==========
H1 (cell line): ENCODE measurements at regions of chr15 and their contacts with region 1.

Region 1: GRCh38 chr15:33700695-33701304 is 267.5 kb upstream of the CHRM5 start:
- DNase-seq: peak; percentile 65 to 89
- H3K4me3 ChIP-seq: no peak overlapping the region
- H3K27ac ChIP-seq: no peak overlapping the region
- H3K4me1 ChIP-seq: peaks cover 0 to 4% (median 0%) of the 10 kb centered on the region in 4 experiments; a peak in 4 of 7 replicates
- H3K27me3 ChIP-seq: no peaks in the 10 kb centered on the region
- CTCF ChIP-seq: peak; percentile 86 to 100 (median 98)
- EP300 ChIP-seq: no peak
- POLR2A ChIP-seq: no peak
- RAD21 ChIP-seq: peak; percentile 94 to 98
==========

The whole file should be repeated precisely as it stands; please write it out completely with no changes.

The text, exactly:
H1 (cell line): ENCODE measurements at regions of chr15 and their contacts with region 1.

Region 1: GRCh38 chr15:33700695-33701304 is 267.5 kb upstream of the CHRM5 start:
- DNase-seq: peak; percentile 65 to 89
- H3K4me3 ChIP-seq: no peak overlapping the region
- H3K27ac ChIP-seq: no peak overlapping the region
- H3K4me1 ChIP-seq: peaks cover 0 to 4% (median 0%) of the 10 kb centered on the region in 4 experiments; a peak in 4 of 7 replicates
- H3K27me3 ChIP-seq: no peaks in the 10 kb centered on the region
- CTCF ChIP-seq: peak; percentile 86 to 100 (median 98)
- EP300 ChIP-seq: no peak
- POLR2A ChIP-seq: no peak
- RAD21 ChIP-seq: peak; percentile 94 to 98